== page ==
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15 Steps To Take To Stay Cool When You’re Upset At Work

By News Creatives Authors , in Leadership , at August 30, 2021

When negative interactions occur or unexpected obstacles arise in the workplace, it’s natural to feel upset. However, reacting immediately when you’re in a state of heightened emotion could have less-than-optimal consequences.

Taking a moment to cool down will allow you to calmly consider a rational, effective response to deal with the issue at hand. To help you learn this valuable skill, the members of Forbes Coaches Council shared their top strategies for turning your internal temperature down in the heat of the moment. Follow their advice to cool off before you react.

1. Plan Ahead For Workplace Triggers

Reining in your impulses is much harder to do during the triggering event, so plan ahead. Make a short list of your top workplace triggers, then write down the thoughts that create these emotions and what behaviors come as a result. Next, challenge each thought with neutral ones. Finally, replace each behavior with more productive ones by asking yourself, “What do I want to be known for at work?” – Loren Margolis, Training & Leadership Success LLC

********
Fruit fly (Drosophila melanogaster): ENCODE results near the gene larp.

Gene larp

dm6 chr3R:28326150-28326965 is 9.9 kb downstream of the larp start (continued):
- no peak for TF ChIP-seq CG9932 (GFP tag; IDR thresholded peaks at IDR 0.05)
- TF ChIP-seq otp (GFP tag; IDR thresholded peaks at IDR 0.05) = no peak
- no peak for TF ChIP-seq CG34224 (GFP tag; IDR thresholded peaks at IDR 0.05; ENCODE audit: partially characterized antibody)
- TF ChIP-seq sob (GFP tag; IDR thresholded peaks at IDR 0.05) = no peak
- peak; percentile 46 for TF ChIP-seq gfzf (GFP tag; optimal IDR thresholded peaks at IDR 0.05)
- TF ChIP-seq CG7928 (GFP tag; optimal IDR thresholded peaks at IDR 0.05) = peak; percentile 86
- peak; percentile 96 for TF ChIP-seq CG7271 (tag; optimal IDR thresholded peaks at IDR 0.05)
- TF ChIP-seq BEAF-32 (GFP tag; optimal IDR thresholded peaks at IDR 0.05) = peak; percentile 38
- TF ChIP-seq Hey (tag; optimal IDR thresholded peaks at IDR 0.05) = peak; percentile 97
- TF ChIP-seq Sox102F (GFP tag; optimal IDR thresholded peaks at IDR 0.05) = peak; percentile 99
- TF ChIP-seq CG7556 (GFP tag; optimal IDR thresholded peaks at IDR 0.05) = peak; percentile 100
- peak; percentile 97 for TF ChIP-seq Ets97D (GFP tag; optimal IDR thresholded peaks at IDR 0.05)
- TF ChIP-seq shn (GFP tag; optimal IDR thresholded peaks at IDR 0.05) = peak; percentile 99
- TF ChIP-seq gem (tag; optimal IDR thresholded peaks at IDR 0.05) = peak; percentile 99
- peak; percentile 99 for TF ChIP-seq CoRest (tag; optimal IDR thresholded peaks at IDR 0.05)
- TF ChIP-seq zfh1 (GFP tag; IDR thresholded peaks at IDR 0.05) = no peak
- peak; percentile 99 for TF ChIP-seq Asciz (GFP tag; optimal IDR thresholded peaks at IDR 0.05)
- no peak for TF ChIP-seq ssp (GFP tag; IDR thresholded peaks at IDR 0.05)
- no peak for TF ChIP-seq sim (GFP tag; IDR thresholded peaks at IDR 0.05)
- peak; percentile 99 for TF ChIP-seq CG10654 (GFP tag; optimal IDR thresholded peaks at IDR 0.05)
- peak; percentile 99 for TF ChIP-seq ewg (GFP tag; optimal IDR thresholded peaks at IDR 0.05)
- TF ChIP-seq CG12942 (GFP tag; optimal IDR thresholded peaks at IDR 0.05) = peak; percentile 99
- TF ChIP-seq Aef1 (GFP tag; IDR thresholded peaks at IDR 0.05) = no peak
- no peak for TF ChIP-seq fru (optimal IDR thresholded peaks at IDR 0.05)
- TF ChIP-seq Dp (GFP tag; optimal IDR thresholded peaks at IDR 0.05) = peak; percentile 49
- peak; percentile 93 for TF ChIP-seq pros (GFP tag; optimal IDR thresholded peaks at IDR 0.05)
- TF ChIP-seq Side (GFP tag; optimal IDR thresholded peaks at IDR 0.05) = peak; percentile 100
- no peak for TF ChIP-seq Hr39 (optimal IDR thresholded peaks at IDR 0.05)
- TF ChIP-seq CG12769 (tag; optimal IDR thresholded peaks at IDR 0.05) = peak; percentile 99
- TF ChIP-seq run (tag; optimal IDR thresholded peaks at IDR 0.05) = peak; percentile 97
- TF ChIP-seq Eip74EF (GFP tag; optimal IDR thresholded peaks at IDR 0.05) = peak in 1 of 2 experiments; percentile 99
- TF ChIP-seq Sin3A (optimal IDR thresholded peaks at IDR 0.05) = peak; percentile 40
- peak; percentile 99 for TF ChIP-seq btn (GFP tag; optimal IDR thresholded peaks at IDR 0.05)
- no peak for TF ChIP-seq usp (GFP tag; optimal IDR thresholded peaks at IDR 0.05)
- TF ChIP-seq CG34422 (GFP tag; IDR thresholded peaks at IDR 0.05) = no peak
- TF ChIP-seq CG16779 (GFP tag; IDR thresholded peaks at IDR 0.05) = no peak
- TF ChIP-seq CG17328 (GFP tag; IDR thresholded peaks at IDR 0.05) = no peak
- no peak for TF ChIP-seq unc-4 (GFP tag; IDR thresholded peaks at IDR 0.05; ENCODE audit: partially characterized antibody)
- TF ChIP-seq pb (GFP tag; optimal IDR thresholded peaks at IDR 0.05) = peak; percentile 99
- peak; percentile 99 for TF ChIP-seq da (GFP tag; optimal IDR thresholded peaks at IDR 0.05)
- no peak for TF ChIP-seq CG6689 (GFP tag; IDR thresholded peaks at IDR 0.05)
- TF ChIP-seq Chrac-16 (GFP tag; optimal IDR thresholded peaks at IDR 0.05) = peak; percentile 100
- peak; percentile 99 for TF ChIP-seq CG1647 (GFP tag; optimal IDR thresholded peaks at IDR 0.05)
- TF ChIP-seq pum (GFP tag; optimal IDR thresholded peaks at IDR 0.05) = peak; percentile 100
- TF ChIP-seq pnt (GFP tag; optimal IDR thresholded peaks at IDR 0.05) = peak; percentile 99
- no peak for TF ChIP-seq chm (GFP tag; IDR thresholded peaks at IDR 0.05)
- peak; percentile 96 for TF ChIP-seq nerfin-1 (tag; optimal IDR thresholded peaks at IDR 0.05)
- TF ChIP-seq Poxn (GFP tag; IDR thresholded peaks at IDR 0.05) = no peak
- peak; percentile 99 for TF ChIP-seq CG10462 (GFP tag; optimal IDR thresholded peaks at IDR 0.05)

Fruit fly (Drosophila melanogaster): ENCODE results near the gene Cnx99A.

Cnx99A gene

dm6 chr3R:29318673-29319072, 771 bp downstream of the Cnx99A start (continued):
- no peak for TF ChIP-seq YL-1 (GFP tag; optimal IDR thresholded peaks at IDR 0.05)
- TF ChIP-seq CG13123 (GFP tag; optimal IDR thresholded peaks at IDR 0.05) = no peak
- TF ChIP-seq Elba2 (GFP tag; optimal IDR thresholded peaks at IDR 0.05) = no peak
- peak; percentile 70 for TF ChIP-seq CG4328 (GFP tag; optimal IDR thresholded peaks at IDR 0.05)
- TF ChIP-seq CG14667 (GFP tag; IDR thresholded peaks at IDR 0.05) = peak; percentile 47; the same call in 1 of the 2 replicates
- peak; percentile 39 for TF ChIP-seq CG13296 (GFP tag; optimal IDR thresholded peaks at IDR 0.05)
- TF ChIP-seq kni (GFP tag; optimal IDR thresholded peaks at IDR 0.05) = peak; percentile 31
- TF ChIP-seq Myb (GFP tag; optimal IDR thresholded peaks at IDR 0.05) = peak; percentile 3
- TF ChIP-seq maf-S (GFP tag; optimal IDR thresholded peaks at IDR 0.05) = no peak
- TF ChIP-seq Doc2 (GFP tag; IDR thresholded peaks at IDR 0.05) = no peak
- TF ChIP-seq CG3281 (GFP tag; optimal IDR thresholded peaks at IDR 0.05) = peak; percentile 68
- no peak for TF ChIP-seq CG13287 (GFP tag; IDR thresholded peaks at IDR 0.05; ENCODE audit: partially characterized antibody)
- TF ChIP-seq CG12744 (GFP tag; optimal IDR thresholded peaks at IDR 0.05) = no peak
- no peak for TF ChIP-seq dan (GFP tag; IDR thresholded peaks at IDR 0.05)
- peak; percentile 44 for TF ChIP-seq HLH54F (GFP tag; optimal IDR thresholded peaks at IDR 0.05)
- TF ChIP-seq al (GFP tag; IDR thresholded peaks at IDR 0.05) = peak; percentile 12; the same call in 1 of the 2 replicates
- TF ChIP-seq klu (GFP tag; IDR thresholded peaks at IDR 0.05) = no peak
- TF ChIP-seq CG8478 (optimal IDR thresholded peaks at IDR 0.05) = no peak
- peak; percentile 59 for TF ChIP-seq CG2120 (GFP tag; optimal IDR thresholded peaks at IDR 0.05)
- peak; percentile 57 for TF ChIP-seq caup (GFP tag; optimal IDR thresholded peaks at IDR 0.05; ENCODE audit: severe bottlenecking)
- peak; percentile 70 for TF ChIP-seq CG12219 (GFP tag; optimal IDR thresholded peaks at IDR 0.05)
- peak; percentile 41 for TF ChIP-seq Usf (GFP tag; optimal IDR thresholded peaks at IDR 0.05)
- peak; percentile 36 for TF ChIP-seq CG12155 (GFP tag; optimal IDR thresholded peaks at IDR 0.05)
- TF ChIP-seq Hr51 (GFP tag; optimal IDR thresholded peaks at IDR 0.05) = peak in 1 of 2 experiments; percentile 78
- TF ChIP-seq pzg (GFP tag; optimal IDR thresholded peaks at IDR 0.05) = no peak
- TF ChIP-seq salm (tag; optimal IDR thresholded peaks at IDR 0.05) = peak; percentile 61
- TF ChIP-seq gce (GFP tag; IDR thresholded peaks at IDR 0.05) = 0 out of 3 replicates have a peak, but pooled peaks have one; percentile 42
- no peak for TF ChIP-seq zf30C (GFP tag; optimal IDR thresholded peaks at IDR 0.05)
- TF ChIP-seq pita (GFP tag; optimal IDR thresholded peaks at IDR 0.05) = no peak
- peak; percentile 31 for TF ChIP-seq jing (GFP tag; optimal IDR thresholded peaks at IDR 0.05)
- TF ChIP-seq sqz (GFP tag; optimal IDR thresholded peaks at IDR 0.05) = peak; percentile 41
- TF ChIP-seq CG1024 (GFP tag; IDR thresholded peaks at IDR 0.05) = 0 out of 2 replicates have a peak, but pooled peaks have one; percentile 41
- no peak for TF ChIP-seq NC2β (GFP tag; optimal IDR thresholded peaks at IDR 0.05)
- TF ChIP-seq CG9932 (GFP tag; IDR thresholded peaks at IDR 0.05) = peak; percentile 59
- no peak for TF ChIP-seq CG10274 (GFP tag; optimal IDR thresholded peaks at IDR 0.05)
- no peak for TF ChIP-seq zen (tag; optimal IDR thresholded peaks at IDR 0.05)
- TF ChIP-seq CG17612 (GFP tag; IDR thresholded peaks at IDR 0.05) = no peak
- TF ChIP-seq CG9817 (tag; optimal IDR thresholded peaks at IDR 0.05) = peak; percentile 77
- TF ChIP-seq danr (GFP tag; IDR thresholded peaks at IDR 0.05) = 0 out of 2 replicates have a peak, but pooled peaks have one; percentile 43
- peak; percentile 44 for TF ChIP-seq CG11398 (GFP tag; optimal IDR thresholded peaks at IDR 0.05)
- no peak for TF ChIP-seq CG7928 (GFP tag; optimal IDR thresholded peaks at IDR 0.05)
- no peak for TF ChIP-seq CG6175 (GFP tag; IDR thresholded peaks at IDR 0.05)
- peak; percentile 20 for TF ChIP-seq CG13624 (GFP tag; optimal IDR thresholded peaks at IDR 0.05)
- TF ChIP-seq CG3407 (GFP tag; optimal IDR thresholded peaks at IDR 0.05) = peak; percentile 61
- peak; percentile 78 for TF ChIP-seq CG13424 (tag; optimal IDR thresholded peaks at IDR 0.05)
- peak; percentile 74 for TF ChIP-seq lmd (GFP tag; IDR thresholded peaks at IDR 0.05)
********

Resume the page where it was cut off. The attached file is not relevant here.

2. Change The Scenery

Take a break from what you are doing to defuse the tension. Give it time. The best time to have a stressful conversation is on a Friday so that you can give the individual two nights to sleep on it before resuming the discussion. Then, you can bring it up again on Monday and have a more rational and effective conversation. – Devika Das, CORE Executive Presence

3. Pause And Filter Your Thoughts

It is important to discipline yourself to respond thoughtfully rather than react emotionally. Not every thought that comes into your mind has to come out of your mouth verbatim. Pause and use a filter: “Does this need to be said? By me? Now? To this audience?” This filter helps us answer the question, “Who do I want to be in this moment?” Once you know that, you can act accordingly. – Kathy Bernhard, KFB Leadership Solutions

4. Use The Rewind Tactic

When things get heated too quickly, we have an excellent opportunity not only to pause but also to rewind. The rewind tactic is one of the best because it not only forces you to slow down, but also ensures that you can develop a shared understanding of what just happened by asking a question. This way, you can defuse the situation and get more information and time to cool off before you respond calmly. – Izabela Lundberg, Legacy Leaders Institute